If you want to post some of your work here that would be good.  There are some talented editors around that could help.  Or, if you are nervous about posting in a public forum, then hold off a bit.  One of the things I want to add to QueryTracker is a private viewing area, where members can pick and choose who can read their work and who can't.  Give me about a month to get it done.  There is also private messaging available here in the forum, if you don't want to wait.

Offline Chelc

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Re: Random Question
« Reply #10 on: July 09, 2007, 12:09:56 AM »
The author of Eragon was younger than me? Seriously? I loved that book!
Well, that just puts a whole new perspective into things...
I'm sorry to say that no, I don't dare to put any of my writings up just yet because it scares the heck out of me. Not of criticism (I can deal with that), but of being compared to other books.
Seriously, I hate reading book reviews that say things like "A mix of the Lion the Witch and the Wardrobe and Harry Potter". I don't want to put my whole soul into a book and then have people make it sound unoriginal...which is my current obsession: making all of my writings as original as I can get them.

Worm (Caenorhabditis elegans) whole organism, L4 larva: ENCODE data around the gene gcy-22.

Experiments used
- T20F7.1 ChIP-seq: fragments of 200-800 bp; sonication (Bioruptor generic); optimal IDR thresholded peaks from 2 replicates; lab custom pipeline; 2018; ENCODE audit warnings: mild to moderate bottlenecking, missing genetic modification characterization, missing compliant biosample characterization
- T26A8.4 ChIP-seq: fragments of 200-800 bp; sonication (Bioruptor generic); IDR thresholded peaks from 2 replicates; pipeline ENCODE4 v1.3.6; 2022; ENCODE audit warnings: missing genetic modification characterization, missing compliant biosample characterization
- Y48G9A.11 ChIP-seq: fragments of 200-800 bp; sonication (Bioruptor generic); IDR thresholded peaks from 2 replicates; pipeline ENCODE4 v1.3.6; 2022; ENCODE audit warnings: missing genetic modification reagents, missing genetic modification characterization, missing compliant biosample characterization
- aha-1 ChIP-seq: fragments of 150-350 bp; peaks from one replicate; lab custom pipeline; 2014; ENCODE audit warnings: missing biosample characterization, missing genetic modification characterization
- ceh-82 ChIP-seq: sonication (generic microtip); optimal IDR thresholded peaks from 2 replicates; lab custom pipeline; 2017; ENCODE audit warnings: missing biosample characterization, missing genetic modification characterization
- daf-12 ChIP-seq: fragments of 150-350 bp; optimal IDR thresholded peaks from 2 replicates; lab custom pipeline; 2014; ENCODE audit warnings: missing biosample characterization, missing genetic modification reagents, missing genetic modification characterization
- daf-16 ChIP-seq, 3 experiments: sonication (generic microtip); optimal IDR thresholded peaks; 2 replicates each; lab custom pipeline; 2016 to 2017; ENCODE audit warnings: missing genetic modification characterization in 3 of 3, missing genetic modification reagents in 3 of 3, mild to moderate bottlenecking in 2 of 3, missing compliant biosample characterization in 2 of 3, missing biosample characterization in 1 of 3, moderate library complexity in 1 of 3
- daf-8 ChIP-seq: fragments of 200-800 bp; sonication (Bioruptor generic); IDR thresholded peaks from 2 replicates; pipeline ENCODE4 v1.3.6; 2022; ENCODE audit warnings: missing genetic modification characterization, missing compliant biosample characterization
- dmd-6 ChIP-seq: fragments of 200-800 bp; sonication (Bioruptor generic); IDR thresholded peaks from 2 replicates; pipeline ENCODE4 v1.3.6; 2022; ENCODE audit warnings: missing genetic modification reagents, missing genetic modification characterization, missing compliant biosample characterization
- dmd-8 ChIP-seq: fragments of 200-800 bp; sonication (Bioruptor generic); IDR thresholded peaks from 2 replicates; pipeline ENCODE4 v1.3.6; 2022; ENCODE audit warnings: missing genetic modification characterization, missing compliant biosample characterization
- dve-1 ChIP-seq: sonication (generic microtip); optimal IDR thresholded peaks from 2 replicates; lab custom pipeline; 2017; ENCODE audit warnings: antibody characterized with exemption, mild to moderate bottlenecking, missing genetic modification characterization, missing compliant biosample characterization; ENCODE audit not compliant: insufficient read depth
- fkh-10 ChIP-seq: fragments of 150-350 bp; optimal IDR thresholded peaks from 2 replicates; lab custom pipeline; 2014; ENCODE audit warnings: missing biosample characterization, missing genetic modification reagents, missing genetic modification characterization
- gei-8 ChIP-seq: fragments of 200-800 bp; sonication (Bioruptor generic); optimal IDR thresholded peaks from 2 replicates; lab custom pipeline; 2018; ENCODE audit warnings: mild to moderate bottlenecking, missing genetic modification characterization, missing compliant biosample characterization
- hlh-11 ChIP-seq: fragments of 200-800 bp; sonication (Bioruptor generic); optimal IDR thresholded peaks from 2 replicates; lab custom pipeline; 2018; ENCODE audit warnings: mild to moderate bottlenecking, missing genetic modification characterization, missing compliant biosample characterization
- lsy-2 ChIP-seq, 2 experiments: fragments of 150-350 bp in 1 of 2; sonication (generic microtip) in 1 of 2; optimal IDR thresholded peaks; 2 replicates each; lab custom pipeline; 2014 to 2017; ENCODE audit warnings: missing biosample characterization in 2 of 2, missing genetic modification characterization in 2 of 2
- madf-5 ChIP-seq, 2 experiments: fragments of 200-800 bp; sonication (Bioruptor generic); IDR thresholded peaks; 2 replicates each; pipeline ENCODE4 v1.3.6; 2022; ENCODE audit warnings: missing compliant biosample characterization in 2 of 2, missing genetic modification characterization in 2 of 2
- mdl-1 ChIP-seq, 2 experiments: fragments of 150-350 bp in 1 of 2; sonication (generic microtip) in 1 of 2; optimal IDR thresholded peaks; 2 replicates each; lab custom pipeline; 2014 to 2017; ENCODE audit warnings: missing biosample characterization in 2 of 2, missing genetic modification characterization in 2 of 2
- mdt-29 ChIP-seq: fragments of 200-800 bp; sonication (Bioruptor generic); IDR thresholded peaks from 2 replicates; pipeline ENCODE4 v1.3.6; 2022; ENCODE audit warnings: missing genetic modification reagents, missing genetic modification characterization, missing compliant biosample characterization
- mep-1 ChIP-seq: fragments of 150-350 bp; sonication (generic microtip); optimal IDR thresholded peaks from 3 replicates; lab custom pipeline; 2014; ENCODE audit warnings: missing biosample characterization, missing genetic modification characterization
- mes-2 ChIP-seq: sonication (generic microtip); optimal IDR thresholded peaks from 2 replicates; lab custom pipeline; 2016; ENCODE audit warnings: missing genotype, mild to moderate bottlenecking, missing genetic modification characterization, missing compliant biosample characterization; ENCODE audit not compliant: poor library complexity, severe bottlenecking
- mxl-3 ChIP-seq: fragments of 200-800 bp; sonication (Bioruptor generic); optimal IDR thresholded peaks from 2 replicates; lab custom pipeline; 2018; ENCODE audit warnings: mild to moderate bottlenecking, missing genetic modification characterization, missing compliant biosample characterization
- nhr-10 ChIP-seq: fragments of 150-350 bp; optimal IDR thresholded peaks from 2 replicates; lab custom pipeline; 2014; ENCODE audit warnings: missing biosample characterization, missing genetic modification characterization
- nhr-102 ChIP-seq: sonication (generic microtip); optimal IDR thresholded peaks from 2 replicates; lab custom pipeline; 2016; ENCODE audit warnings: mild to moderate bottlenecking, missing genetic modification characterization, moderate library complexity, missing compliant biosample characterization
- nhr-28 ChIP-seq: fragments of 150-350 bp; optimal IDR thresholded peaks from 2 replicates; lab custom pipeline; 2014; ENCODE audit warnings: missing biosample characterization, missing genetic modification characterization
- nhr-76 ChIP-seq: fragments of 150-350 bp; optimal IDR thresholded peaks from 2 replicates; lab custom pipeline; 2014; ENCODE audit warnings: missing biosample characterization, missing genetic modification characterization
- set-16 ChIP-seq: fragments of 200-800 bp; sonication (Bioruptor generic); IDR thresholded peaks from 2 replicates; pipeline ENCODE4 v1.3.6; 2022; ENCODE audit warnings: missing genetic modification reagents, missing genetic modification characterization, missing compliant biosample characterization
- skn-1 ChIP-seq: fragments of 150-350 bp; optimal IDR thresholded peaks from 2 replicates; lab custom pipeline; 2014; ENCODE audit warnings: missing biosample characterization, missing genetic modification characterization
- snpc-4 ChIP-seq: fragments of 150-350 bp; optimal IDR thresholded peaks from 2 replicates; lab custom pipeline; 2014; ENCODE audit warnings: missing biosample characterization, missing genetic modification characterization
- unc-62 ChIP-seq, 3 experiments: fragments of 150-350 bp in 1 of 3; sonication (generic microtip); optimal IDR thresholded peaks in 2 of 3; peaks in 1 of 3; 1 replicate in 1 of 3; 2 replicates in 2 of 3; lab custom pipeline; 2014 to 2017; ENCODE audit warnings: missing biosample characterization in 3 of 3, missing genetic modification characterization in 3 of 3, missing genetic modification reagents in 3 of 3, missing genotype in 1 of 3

But, there's always something to be compared to...
« Last Edit: July 09, 2007, 12:19:00 AM by Chelc »

Offline Patrick

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Re: Random Question
« Reply #11 on: July 09, 2007, 12:25:16 AM »
It's nearly impossible to come up with anything 100% original anymore.  But I sure would love for you, or anyone else, to prove me wrong.

Anyway, try to keep it original, but don't get too bogged down by it either.

Offline Chelc

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Re: Random Question
« Reply #12 on: July 09, 2007, 12:40:20 AM »
Ah.
Okay.
Well, I only just discovered this site today, and I'm already addicted :yes:

Offline Lynne

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Re: Random Question
« Reply #13 on: July 09, 2007, 12:55:32 AM »
I think you're already ahead of the game in that you're learning about writing, you realize your manuscript will take time and effort to write, that others will need to read it, and that you'll search for an appropriate agent when it's time to submit.  So much of what agents and editors receive is written by people who haven't had their work critiqued, haven't learned how to write well, and haven't read a children's book for 20 years.
If it helps, look through the manuscript pages that others have posted already, and you'll see from the responses that the critiques given are really helpful, constructive, and polite, too!  ;D
But if you're still not ready to post your work here, everyone understands that too, that it can be a little scary.  Have you looked for a critique group in your area?  If you go to the Society of Children's Book Writers and Illustrators website, www.scbwi.org you can click on "Regional Chapters" at the top of the home page to find a local chapter that's closest to you.  From there you should be able to find small critque groups of other writers who meet to give each other feedback on their work.  Or, that website has discussion boards also where you might find a critique partner to trade work with via email.

Thanks for posting, and good luck with your writing!
 :cheer: